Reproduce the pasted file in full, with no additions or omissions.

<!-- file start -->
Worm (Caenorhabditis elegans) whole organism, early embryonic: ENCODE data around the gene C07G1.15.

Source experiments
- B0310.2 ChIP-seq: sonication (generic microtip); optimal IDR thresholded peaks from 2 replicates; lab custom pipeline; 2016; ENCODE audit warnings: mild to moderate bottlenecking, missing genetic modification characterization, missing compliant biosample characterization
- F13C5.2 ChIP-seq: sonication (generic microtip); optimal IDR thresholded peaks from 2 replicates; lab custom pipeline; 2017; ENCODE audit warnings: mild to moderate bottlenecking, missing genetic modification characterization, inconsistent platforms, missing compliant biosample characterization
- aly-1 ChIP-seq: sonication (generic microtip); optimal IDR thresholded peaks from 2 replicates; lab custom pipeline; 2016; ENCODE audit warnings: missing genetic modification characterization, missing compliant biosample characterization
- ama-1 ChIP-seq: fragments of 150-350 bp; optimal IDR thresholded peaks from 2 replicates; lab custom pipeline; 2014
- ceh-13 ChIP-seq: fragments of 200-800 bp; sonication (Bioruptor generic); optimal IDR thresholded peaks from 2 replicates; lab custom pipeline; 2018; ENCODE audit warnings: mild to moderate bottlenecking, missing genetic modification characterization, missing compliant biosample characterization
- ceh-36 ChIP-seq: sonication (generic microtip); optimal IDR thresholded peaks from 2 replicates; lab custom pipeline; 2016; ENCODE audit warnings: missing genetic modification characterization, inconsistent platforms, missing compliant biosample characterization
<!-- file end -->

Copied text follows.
Worm (Caenorhabditis elegans) whole organism, early embryonic: ENCODE data around the gene C07G1.15.

Source experiments
- B0310.2 ChIP-seq: sonication (generic microtip); optimal IDR thresholded peaks from 2 replicates; lab custom pipeline; 2016; ENCODE audit warnings: mild to moderate bottlenecking, missing genetic modification characterization, missing compliant biosample characterization
- F13C5.2 ChIP-seq: sonication (generic microtip); optimal IDR thresholded peaks from 2 replicates; lab custom pipeline; 2017; ENCODE audit warnings: mild to moderate bottlenecking, missing genetic modification characterization, inconsistent platforms, missing compliant biosample characterization
- aly-1 ChIP-seq: sonication (generic microtip); optimal IDR thresholded peaks from 2 replicates; lab custom pipeline; 2016; ENCODE audit warnings: missing genetic modification characterization, missing compliant biosample characterization
- ama-1 ChIP-seq: fragments of 150-350 bp; optimal IDR thresholded peaks from 2 replicates; lab custom pipeline; 2014
- ceh-13 ChIP-seq: fragments of 200-800 bp; sonication (Bioruptor generic); optimal IDR thresholded peaks from 2 replicates; lab custom pipeline; 2018; ENCODE audit warnings: mild to moderate bottlenecking, missing genetic modification characterization, missing compliant biosample characterization
- ceh-36 ChIP-seq: sonication (generic microtip); optimal IDR thresholded peaks from 2 replicates; lab custom pipeline; 2016; ENCODE audit warnings: missing genetic modification characterization, inconsistent platforms, missing compliant biosample characterization